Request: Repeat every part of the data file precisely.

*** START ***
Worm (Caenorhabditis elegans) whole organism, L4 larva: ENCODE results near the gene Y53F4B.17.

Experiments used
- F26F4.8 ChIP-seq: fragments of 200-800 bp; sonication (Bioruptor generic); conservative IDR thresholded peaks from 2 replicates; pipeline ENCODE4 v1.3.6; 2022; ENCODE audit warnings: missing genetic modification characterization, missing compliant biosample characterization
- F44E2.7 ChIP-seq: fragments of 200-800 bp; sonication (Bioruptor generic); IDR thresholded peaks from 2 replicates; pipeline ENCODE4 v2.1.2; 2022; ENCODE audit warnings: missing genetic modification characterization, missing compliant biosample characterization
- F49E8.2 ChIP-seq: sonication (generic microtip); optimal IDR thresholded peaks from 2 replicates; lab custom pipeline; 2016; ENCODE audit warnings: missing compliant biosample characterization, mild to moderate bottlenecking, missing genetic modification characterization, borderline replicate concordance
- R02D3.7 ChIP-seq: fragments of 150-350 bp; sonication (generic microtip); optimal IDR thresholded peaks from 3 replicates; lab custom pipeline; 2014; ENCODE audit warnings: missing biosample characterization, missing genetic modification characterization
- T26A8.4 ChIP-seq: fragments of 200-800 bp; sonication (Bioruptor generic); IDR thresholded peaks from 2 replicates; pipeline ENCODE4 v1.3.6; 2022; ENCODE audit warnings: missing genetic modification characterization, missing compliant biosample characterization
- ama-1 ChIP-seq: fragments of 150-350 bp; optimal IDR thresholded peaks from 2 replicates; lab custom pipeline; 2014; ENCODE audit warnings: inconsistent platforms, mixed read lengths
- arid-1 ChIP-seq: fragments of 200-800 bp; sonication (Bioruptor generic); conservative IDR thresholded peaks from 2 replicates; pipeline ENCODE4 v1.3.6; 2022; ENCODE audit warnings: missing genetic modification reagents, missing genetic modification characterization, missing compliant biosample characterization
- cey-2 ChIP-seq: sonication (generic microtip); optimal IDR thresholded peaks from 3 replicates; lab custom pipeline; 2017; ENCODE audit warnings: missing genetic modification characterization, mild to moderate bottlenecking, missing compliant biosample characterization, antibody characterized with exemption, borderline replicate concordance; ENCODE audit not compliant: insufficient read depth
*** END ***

Worm (Caenorhabditis elegans) whole organism, L4 larva: ENCODE results near the gene Y53F4B.17.

Experiments used
- F26F4.8 ChIP-seq: fragments of 200-800 bp; sonication (Bioruptor generic); conservative IDR thresholded peaks from 2 replicates; pipeline ENCODE4 v1.3.6; 2022; ENCODE audit warnings: missing genetic modification characterization, missing compliant biosample characterization
- F44E2.7 ChIP-seq: fragments of 200-800 bp; sonication (Bioruptor generic); IDR thresholded peaks from 2 replicates; pipeline ENCODE4 v2.1.2; 2022; ENCODE audit warnings: missing genetic modification characterization, missing compliant biosample characterization
- F49E8.2 ChIP-seq: sonication (generic microtip); optimal IDR thresholded peaks from 2 replicates; lab custom pipeline; 2016; ENCODE audit warnings: missing compliant biosample characterization, mild to moderate bottlenecking, missing genetic modification characterization, borderline replicate concordance
- R02D3.7 ChIP-seq: fragments of 150-350 bp; sonication (generic microtip); optimal IDR thresholded peaks from 3 replicates; lab custom pipeline; 2014; ENCODE audit warnings: missing biosample characterization, missing genetic modification characterization
- T26A8.4 ChIP-seq: fragments of 200-800 bp; sonication (Bioruptor generic); IDR thresholded peaks from 2 replicates; pipeline ENCODE4 v1.3.6; 2022; ENCODE audit warnings: missing genetic modification characterization, missing compliant biosample characterization
- ama-1 ChIP-seq: fragments of 150-350 bp; optimal IDR thresholded peaks from 2 replicates; lab custom pipeline; 2014; ENCODE audit warnings: inconsistent platforms, mixed read lengths
- arid-1 ChIP-seq: fragments of 200-800 bp; sonication (Bioruptor generic); conservative IDR thresholded peaks from 2 replicates; pipeline ENCODE4 v1.3.6; 2022; ENCODE audit warnings: missing genetic modification reagents, missing genetic modification characterization, missing compliant biosample characterization
- cey-2 ChIP-seq: sonication (generic microtip); optimal IDR thresholded peaks from 3 replicates; lab custom pipeline; 2017; ENCODE audit warnings: missing genetic modification characterization, mild to moderate bottlenecking, missing compliant biosample characterization, antibody characterized with exemption, borderline replicate concordance; ENCODE audit not compliant: insufficient read depth